In Focus: Retirement planning  

How to advise on retirement income after the consumer duty

  • Explain what the consumer duty will ask of retirement advisers
  • Communicate how having a consistent framework can help with compliance
  • Describe how a centralised retirement proposition can help achieve good outcomes
How to advise on retirement income after the consumer duty
The FCA's consumer duty and the retirement income review will affect how retirement advice is given. (Tumisu/Pixabay )

Advisers are bracing themselves for a universal rule change, and retirement income will need to adapt in light of the new demands brought about by the consumer duty. 

In the FCA’s own words, the new duty sets "higher and clearer standards of consumer protection across financial services, and requires firms to put their customers’ needs first”.

It will consist of a series of outcomes the regulator will expect to see in relation to how products and services work, how they are priced, and to what extent consumers understand them.

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It will affect all financial services firms when it takes effect in July this year, and will come in tandem with a retirement income review the regulator is currently carrying out, which looks at how advisers are delivering retirement income advice and the outcomes consumers are getting.

The latter will also assess how firms are responding to changing consumer needs as a result of the cost of living crisis.

It is vital that advisers position their retirement income advice in line with the regulator’s expectations as experts agree, the regulator will be watching this space. But what to do?

Fiona Tait, technical director at Intelligent Pensions, says the consumer duty requirements may seem familiar to many advisers, who might believe they are already compliant, but there is a twist.

She says: “Consumer duty requires advisers to focus on suitable outcomes for their clients, rather than simply the processes and procedures by which advice is delivered.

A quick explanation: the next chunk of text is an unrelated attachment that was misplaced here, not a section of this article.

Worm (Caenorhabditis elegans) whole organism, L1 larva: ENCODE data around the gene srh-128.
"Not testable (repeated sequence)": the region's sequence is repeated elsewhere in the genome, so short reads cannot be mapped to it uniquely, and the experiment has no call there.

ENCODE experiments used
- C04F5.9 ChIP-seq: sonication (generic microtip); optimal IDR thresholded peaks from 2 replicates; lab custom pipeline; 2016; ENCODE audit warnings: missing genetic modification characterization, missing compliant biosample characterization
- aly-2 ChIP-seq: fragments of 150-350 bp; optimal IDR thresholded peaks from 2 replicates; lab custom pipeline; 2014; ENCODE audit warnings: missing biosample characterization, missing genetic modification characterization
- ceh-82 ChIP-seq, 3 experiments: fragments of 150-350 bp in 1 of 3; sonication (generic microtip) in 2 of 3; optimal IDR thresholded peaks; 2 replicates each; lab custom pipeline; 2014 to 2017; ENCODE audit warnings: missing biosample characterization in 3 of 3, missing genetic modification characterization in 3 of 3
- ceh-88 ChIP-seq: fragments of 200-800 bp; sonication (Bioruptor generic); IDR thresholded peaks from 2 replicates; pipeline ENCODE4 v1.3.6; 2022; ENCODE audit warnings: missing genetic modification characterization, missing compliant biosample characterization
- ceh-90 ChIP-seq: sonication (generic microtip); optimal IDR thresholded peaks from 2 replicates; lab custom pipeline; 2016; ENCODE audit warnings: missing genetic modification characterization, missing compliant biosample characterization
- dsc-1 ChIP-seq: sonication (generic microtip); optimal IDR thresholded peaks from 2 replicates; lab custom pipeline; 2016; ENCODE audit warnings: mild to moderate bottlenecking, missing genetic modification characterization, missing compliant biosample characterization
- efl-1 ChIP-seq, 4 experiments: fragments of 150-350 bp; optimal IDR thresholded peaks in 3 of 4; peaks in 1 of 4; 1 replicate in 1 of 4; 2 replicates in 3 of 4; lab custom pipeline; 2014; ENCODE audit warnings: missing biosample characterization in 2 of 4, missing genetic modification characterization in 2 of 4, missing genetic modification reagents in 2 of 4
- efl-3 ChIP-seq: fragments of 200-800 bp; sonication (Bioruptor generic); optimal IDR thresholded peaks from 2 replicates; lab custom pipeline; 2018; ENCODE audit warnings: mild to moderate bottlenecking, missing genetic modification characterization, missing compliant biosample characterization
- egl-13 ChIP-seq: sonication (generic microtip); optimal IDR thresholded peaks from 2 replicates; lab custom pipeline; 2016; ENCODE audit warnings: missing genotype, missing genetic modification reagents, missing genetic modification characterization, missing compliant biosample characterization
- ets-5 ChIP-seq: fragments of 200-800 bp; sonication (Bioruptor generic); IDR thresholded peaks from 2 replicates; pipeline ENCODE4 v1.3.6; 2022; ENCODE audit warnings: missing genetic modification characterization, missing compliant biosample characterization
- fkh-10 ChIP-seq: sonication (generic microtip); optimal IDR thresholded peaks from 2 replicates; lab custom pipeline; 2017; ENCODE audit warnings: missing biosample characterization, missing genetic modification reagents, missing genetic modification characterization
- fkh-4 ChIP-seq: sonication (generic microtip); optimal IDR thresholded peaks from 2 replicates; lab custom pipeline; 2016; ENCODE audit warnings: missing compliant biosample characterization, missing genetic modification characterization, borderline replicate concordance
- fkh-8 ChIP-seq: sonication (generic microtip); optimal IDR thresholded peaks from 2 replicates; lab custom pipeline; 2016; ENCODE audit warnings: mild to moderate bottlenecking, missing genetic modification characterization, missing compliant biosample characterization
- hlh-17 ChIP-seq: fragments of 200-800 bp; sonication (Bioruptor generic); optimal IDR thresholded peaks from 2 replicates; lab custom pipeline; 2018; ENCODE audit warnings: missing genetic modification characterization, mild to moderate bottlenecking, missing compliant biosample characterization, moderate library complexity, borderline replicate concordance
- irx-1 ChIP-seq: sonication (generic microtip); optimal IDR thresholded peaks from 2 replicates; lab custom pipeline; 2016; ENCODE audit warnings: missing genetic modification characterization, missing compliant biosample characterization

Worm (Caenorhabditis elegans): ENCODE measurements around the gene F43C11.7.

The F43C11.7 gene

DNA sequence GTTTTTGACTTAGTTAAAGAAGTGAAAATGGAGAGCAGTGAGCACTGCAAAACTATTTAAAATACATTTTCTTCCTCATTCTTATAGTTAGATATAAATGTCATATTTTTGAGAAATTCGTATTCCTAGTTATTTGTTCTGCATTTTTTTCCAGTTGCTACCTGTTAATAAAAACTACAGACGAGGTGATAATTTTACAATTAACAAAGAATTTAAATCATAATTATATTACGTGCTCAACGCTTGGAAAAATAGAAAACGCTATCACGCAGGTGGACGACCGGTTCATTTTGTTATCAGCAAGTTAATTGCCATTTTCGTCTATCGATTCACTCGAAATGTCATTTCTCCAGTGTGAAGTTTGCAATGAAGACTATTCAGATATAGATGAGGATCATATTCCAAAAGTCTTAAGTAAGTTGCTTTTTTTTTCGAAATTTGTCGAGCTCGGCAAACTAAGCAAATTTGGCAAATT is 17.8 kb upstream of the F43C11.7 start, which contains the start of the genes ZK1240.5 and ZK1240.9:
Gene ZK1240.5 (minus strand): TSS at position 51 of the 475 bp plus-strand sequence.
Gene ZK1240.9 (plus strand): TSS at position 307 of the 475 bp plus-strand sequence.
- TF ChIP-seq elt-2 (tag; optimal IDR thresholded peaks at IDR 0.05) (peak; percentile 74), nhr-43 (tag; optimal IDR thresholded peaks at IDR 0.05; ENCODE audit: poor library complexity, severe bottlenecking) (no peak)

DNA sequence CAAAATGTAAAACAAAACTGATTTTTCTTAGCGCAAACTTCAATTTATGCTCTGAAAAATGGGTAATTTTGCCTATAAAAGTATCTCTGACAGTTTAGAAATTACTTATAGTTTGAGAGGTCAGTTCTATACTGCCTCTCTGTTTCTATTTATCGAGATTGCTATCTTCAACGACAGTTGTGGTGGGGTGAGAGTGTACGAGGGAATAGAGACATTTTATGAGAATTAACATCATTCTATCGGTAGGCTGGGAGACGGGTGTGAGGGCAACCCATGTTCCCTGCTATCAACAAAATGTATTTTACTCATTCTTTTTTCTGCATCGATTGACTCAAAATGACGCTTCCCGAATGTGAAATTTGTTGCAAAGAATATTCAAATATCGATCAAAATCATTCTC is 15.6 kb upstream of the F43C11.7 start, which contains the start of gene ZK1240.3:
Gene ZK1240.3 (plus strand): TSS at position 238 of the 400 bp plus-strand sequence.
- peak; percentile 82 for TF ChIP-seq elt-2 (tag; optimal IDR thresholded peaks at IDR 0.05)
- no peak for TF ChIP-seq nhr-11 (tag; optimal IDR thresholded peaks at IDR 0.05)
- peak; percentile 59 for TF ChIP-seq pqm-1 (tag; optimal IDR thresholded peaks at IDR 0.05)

“Many advisers may feel that they do this already, but previous regulation has created an emphasis on covering the required bases rather than the final result. 

“The duty turns this on its head and results in greater responsibility for advisers to tell clients what they believe they should do, rather than just delivering what they want to do, even if this message is unwelcome.”

Fiona Tait, technical director at Intelligent Pensions






She says in terms of retirement advice, this might mean “telling clients they have to spend less in the short term and making sure that they understand the consequences if they don’t.”

On the plus side, she adds, “it should also mean we can spend more time focusing on why we believe our recommendations do meet the client’s needs, rather than devoting a lot of space covering why other available options don’t if this is already clear.”

Stacy Mann, compliance manager at Lathe and Co, says the consumer duty represents a "significant shift" in culture and goes above the treating customers fairly principles. Despite this it might not mean significant change for some.

“[It] will require advisers to ask themselves questions such as, ‘would I be happy to be treated the way that we treat our customers?’ ‘Would I recommend my firm’s services to my elderly relatives?’